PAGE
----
swaps, swapions, suddenly there is no lower bound. joe: emanuel derman of: the university, and the author of "the volatility smile," thank you very much. fascinating conversation. appreciate you coming in. scarlet: coming up, turkey's central bank cut a key interest rate for a seventh straight month, extending the longest losing cycle. president erdogan tells bloomberg exclusively that he supports this unorthodox policy. this is bloomberg. ♪
plate in new york -- john mickelthwaite in new york. president erdogan: i see the central bank cuts as a study, careful -- steady, careful, balanced cut. because it is not right to make some moves up or down that could contain some violence, that could create a tremor in the economy. but i believe it will be beneficial to continue this steadily, and right now this new administration of the central bank, since they took office, they have been carrying out the cuts, taking into consideration especially the interest-rate policies of the government. is an important signal, especially for investors . my hope is that the other banks will take this signal that the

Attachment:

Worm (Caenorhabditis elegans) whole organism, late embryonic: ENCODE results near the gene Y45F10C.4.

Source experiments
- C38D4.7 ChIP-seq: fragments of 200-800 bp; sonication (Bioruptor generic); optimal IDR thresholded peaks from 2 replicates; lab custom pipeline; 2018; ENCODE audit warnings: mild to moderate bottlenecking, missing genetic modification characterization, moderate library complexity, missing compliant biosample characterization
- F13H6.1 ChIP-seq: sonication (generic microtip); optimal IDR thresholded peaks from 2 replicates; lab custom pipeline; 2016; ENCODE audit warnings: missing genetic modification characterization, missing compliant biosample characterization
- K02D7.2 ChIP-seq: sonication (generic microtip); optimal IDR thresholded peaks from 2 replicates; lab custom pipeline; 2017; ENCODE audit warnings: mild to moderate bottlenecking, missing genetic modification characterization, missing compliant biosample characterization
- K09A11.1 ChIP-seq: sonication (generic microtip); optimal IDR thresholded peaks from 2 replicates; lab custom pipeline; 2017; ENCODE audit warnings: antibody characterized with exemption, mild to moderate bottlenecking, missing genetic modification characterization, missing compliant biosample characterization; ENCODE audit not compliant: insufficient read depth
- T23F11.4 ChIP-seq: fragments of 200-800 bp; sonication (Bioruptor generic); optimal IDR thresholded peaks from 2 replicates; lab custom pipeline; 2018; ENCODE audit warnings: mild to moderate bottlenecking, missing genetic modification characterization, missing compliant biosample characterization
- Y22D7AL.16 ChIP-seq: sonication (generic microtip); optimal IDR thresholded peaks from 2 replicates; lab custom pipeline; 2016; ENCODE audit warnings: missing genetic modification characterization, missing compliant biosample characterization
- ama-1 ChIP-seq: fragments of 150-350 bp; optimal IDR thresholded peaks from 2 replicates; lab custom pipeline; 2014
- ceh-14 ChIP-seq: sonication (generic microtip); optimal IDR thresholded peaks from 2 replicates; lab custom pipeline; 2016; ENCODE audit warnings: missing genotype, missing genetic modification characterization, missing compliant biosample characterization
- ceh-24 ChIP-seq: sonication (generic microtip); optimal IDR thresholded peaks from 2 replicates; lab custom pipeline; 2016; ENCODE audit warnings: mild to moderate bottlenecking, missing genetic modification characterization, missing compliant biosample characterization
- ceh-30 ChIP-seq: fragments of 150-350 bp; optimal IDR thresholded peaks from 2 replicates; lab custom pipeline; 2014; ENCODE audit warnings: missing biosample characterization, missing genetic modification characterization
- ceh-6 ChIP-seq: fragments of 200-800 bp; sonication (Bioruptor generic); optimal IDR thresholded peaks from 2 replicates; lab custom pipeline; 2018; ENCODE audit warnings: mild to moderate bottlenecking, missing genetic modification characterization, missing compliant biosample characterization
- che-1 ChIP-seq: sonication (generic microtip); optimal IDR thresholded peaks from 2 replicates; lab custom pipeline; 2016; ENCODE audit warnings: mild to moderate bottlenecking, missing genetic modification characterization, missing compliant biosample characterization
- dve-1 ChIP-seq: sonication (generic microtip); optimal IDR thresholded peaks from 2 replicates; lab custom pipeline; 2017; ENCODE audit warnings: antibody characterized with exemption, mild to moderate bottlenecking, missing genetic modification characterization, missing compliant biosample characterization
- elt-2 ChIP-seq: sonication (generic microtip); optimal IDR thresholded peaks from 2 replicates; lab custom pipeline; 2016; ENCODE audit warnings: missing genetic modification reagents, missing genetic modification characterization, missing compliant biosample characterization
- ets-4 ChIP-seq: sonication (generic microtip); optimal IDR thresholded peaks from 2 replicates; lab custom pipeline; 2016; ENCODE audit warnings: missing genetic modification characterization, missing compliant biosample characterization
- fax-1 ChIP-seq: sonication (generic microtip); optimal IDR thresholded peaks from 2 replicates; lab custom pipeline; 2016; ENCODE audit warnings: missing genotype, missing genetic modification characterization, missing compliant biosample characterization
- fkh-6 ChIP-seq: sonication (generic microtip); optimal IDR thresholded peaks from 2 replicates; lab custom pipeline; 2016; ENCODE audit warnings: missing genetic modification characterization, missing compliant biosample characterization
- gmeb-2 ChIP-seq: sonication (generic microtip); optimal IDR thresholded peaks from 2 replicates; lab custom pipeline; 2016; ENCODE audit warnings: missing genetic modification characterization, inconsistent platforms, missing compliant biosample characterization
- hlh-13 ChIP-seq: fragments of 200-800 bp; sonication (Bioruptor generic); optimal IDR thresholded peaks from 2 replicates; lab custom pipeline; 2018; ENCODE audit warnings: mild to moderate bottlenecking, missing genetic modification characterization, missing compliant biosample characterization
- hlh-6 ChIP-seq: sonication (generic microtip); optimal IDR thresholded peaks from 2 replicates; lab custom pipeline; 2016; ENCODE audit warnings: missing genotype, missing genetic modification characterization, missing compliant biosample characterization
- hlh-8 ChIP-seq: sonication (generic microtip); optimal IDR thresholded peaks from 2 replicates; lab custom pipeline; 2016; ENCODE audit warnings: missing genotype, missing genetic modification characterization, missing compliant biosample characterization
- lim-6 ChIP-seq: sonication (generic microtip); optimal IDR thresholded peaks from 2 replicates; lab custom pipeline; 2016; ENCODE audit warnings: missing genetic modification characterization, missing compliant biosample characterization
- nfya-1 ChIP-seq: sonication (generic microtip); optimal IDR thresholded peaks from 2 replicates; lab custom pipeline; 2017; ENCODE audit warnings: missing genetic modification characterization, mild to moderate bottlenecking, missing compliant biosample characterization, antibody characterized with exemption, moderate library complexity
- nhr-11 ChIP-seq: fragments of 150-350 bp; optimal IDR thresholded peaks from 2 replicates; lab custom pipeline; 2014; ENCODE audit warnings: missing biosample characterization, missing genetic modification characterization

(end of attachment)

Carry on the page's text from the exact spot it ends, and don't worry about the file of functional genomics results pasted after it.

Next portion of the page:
central bank has given, that they also heeded, and accordingly they open the way for investors. john: you are an economist. surely you are a little worried by inflation at 8%. is that truly a time to cut interest rates? when you came in inflation was much higher, 70%, but it percent is still a lot higher than other countries. surely cutting interest rates is a little dangerous. president erdogan: actually, in turkey before we took over the office, we had seen inflation over three digits. when we took over the office, the inflation was very high. 30%.s around